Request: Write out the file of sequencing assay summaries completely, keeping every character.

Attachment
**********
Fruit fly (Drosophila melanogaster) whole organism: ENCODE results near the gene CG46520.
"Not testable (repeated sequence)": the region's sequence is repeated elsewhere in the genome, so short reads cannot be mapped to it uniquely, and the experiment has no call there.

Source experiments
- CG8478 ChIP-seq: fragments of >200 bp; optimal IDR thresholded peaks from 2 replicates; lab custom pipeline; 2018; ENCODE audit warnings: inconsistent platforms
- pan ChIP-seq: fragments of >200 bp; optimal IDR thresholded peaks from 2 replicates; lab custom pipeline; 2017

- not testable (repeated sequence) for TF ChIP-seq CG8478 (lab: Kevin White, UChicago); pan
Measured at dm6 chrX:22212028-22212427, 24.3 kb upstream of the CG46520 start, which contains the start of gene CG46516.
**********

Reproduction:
Fruit fly (Drosophila melanogaster) whole organism: ENCODE results near the gene CG46520.
"Not testable (repeated sequence)": the region's sequence is repeated elsewhere in the genome, so short reads cannot be mapped to it uniquely, and the experiment has no call there.

Source experiments
- CG8478 ChIP-seq: fragments of >200 bp; optimal IDR thresholded peaks from 2 replicates; lab custom pipeline; 2018; ENCODE audit warnings: inconsistent platforms
- pan ChIP-seq: fragments of >200 bp; optimal IDR thresholded peaks from 2 replicates; lab custom pipeline; 2017

- not testable (repeated sequence) for TF ChIP-seq CG8478 (lab: Kevin White, UChicago); pan
Measured at dm6 chrX:22212028-22212427, 24.3 kb upstream of the CG46520 start, which contains the start of gene CG46516.